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This is a joint post with Vijaya Ramachandran.
The UN’s Food and Agricultural Organization (FAO) recently reported that the December 2010 Food Price Index surpassed the peak reached in June 2008. A closer examination of the data, however, provides some modest hope that the worst effects of the 2007-08 price spikes can be avoided, with luck and better policies.
First, it is important to note that only two of the five components of the Food Price Index were above 2008 levels—meat (slightly above) and sugar (more than twice as high). Second, as shown in the chart below, staple grain prices, which are key to preventing hunger among the poor, are increasing sharply, while rice and, to a lesser degree, wheat remain well below their 2008 peaks. Maize is the exception, thanks in part to U.S. policies supporting corn-based ethanol that bring to mind the zombies populating popular culture—they just won’t die!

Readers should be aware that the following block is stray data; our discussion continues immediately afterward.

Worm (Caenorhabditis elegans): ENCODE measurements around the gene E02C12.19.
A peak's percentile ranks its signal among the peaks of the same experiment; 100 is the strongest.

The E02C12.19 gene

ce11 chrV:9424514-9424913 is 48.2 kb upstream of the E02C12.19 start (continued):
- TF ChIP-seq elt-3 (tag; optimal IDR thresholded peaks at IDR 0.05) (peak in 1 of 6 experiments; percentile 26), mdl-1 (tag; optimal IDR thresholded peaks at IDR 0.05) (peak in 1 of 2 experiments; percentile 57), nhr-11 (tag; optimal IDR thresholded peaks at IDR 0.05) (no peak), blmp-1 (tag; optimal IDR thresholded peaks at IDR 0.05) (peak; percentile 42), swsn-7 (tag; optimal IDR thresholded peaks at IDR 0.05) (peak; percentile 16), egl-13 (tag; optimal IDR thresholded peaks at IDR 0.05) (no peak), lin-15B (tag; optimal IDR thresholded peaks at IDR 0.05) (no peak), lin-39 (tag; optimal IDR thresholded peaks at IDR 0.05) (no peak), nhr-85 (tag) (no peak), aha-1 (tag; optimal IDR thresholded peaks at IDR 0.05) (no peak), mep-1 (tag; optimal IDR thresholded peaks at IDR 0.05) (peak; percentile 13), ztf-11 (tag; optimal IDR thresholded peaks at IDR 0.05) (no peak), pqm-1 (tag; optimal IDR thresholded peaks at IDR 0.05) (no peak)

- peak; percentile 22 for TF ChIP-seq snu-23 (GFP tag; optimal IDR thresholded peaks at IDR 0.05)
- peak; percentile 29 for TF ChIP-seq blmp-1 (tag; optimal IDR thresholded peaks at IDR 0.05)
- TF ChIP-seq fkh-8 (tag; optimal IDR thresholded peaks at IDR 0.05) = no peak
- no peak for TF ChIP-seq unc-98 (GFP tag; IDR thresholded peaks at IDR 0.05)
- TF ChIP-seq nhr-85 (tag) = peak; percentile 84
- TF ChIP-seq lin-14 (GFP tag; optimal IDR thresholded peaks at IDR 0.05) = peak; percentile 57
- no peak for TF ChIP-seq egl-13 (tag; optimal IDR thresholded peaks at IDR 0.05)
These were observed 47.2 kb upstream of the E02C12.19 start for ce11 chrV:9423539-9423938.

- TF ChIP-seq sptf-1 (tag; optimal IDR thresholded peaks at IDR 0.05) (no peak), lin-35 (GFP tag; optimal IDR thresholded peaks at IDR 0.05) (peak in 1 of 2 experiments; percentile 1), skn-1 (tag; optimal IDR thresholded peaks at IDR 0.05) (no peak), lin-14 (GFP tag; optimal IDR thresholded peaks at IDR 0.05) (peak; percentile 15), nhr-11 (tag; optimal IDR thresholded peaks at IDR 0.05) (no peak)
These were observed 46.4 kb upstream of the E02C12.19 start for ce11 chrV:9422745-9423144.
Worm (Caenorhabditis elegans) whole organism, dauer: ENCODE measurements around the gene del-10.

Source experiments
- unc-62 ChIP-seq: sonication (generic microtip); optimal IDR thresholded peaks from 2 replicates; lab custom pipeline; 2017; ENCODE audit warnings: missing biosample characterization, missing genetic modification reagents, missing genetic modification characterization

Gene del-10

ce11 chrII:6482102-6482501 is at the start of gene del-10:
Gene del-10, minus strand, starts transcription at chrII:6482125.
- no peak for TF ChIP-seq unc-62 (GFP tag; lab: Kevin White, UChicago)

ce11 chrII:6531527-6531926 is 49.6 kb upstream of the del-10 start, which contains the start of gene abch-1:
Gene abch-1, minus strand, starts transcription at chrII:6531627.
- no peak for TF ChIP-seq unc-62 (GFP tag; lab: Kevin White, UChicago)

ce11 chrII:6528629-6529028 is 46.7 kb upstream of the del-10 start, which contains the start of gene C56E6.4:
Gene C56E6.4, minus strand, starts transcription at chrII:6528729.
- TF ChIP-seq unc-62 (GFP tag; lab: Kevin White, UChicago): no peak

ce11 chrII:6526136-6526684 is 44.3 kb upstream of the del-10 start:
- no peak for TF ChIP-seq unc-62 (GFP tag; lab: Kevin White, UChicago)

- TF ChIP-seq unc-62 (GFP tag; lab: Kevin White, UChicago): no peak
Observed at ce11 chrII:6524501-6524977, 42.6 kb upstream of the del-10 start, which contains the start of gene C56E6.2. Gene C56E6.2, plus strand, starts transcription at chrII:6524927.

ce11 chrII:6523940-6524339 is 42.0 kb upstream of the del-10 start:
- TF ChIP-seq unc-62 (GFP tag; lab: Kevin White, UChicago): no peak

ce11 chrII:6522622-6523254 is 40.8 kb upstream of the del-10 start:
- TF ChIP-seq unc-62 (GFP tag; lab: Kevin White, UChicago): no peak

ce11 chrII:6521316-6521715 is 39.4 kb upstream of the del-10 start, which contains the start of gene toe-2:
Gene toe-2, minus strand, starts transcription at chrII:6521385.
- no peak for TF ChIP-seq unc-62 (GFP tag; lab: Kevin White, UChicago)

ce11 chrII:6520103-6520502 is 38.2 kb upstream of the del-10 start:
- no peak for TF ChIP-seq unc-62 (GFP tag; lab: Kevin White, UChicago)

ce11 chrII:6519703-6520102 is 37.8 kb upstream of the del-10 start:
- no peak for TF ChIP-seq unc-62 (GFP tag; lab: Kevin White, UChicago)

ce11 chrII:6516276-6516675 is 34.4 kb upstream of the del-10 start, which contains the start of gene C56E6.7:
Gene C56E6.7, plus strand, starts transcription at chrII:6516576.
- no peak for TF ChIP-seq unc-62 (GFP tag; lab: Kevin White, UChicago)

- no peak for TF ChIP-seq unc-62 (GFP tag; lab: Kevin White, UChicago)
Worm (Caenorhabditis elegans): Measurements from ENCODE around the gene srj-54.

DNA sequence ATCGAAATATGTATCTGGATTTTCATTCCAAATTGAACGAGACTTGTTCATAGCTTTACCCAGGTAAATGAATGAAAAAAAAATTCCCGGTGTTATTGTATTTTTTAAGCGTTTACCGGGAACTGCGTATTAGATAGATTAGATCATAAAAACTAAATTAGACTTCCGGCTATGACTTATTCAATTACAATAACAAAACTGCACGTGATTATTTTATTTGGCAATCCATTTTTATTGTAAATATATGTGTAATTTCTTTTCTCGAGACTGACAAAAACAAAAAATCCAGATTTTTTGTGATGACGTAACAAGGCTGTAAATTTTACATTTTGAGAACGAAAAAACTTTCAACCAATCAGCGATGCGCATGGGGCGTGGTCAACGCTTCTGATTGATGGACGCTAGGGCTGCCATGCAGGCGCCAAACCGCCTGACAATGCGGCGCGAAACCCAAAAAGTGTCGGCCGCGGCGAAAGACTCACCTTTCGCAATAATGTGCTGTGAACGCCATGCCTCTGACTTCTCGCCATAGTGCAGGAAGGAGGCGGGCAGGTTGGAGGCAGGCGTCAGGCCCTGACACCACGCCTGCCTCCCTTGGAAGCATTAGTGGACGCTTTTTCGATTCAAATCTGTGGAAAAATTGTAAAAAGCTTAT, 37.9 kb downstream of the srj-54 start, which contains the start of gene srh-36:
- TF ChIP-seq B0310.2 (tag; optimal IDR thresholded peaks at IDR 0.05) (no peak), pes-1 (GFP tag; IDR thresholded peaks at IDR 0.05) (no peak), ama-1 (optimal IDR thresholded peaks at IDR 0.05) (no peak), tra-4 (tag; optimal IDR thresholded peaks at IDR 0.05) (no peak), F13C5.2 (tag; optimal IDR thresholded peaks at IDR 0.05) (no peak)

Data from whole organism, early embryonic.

The New York Times yesterday (and Paul Krugman earlier in the week) called on rich countries to "step up to the plate" in confronting the food crisis in developing countries -- in the short run by increasing their donations of food aid. and in the medium run by getting rid of economically inefficient, inequitable, and environmentally unsound subsidies for biofuels, especially corn-based ethanol.